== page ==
Standard language warnings apply.
From the beginning I’ve described social media (mostly under the guise of Twitter) as a large party. You enter the scene. You hear a lot of noise. You focus on some conversations and it gets exciting. You still hear a lot of noise. You make some friends. You bond. You make some people angry with flippant remarks. You lose some friends. You shout at the crowd. Everyone talks about you. You step off your soapbox and rejoin the conversation. Everyone forgets you. You step out of the room to go to the bathroom. When you return, you find the conversation continued without you. You try to get people to tell you what you missed. Eventually you figure out you just have to pickup where you left off. You learn that you cannot follow everyone in the room. You realize that even though you aren’t following everyone in the room some of those people are still listening to you. Some people get to stand on the stage and everyone follows them. You think it is unfair that you aren’t on the stage. You meet some of the right people but still aren’t lucky enough to get on the stage. You don’t understand. You resent the people on the stage. You decide to ignore them. The conversation goes on. Eventually you follow the people on the stage again because everyone else is talking about what they said. The conversation goes on. Eventually we all return home.
So what is, what was, FriendFeed? Let’s say FriendFeed was that room at the party were the people who started the party hung out and other party goers would look in the room and see that it was different but couldn’t really grasp if it was different good or different bad and most would never really enter that room. In the words of Eric Rice, "the punk rock indie era is over." Facebook bought FriendFeed today. I won’t comment further but to say I agree with Think Jose that Facebook bought the staff, not the software. But this was about Dave Winer’s post to Robert Scoble.
Btw, you should follow me on Twitter here.
ps. Not great words of assurance:
What does this mean for my FriendFeed account?
FriendFeed.com will continue to operate normally for the time being. [Source, FriendFeed Blog, FriendFeed accepts Facebook friend request]
Ever wish there was an easy way to see who quit following you on Twitter? Twitterless (see @tless) and Qwitter were two early services to alert when someone quit following you. Both ran into problems when Twitter increased limits on the API. Fortunately Twitterless has rebounded and seems to be working great! Sometimes I contact the people who quit following and have found they did so by accident. It’s a fantastic way to stay in touch with your community. Unfortunately, Qwitter isn’t working for me. I do not know why.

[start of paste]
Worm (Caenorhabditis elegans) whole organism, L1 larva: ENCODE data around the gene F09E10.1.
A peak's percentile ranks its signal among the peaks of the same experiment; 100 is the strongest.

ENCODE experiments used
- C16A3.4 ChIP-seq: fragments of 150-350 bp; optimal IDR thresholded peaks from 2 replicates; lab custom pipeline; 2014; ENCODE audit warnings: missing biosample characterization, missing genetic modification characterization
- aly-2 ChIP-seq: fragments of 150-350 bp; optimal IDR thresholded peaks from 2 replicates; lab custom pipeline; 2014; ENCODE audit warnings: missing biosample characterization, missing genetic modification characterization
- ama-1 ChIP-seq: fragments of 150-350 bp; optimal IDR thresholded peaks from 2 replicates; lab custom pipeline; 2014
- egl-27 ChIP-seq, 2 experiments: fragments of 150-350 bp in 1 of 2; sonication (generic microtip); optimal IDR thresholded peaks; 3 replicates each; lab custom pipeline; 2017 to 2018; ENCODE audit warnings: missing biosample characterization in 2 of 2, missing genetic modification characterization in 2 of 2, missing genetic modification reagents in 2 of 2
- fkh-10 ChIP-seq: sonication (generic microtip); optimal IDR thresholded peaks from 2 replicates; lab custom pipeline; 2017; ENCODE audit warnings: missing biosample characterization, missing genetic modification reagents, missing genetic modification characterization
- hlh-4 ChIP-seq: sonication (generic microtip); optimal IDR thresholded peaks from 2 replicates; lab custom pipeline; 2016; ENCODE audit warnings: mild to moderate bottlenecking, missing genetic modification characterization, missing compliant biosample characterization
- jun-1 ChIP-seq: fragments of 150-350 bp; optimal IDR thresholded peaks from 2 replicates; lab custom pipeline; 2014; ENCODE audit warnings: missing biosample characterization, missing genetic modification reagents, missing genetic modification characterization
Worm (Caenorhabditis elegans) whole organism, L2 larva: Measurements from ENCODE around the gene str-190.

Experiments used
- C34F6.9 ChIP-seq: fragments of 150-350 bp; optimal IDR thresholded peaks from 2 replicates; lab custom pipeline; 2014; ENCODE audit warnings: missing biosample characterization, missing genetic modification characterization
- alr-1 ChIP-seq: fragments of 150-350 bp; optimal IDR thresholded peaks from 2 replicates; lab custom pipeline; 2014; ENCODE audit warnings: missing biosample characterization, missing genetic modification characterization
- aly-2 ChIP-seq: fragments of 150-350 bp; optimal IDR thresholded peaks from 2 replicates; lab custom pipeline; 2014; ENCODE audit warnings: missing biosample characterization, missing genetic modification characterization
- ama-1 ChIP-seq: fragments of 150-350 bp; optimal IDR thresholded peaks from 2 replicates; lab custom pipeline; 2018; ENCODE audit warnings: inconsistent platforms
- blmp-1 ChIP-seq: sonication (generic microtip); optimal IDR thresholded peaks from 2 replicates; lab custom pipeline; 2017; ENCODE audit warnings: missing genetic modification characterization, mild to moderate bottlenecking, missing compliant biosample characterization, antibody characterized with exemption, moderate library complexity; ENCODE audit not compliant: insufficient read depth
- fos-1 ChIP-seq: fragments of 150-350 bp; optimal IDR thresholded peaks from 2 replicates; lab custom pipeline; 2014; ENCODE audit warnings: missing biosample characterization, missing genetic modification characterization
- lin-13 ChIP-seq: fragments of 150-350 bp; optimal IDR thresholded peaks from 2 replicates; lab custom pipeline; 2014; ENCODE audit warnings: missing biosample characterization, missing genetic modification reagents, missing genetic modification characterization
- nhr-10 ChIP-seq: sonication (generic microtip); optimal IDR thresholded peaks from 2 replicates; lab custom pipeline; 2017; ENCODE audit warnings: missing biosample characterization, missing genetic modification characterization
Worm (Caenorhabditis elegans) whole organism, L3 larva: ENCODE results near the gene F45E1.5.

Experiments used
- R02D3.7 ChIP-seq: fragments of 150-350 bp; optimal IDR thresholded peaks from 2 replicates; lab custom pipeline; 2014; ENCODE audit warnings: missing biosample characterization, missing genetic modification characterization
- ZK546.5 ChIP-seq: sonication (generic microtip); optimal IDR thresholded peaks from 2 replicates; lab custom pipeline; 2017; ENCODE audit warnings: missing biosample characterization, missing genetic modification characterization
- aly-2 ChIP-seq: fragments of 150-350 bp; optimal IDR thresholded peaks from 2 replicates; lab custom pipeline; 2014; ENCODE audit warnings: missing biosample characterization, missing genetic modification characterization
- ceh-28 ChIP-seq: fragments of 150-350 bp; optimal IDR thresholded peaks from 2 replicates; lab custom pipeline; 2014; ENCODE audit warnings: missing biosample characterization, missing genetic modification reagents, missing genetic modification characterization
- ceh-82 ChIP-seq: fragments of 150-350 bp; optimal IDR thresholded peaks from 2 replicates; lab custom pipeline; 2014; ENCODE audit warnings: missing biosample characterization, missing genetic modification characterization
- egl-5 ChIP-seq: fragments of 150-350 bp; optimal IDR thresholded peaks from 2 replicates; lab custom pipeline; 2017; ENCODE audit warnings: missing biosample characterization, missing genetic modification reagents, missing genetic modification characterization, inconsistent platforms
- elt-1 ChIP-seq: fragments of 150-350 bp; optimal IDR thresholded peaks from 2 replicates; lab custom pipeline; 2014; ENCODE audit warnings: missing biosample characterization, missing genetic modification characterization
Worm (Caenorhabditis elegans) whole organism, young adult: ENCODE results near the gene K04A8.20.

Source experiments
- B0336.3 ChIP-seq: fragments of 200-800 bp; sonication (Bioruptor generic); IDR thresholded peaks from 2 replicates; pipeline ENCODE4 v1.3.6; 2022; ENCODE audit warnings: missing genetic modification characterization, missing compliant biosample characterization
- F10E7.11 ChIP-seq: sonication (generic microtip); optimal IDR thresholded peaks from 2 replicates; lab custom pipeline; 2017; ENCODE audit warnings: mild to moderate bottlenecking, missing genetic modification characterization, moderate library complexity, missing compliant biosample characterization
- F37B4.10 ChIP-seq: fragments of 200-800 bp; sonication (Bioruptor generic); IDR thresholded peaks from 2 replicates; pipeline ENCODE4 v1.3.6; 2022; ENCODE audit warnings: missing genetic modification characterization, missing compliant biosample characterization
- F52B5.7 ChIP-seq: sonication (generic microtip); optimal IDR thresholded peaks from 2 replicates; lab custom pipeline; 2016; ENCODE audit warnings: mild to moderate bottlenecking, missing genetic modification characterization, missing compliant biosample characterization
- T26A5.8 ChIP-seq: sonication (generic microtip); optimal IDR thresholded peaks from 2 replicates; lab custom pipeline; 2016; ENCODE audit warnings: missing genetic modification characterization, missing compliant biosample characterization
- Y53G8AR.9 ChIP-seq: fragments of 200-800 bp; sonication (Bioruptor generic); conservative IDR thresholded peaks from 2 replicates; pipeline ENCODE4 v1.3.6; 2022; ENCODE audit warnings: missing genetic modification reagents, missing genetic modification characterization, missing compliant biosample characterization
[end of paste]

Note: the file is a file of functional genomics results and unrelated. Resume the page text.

Today I learned @followermonitor has joined the unfollower alert services. I will compare its results to Twitterless and followup later.
Follow me on Twitter @djuggler by clicking here.
We try and sometimes we fail and we try again.
It’s simply amazing a how you can derive about a person in 140 characters.
Twitter ranking and stat programs come and go. In Knoxville I’m not even on the charts but in Knoxville, TN I’m ranked #11 (falling fast! Was 5th not long ago.). It’s all non-sense. Twitter’s value has nothing to do with how large someone’s arbitrary algorithm chooses to inflate your ego. Twitter’s value comes from how you choose to use it. So why am I jealous that my wife’s e-penis is almost twice the size (26.35cm) of mine (14.32cm)?
Warning! Clicking through to e-penis is going to show a cartoonish picture of a man’s thang.
I know I signed up for Twitter shortly after it emerged at SXSW in March of 2007. I did not start using it until months later. So far the oldest Tweet I can find is from November 8, 2007 courtesy of TweetScan:
My day would go better if I couldn’t count the seconds between clicking and having my co mputer respond. 6:24 AM Nov 8th, 2007 from web
Twitter only let’s me go back in my profile to 5:28 PM Apr 10th, 2008. A day ago I was able to browse back to 11:57 AM Apr 10th, 2008. I suspect that Twitter limits you to going back 160 pages in your profile (ie. history) so those who Tweet less, can see further back in time. I suspect this is why some people on Twitterholic who Twitter more infrequently appear to have been on the system longer than those who Twitter frequently.
Tommy following lead from other manager and making a second attempt. He bumped into an old friend. 11:45 AM Jul 23rd, 2007 from txt
I wonder if there’s a future in Twitter Archeology or Twitter Detective work. I personally believe everyone’s first Tweet is something like "Trying this out. Not sure I’ll use it."
Update: Twitter Tip- Favorite your first Tweet to make it easier to find in the future.
Update November 20, 2009: According to How long have you been tweeting, my first Tweet was on March 16, 2007. Feels like it should be longer than that.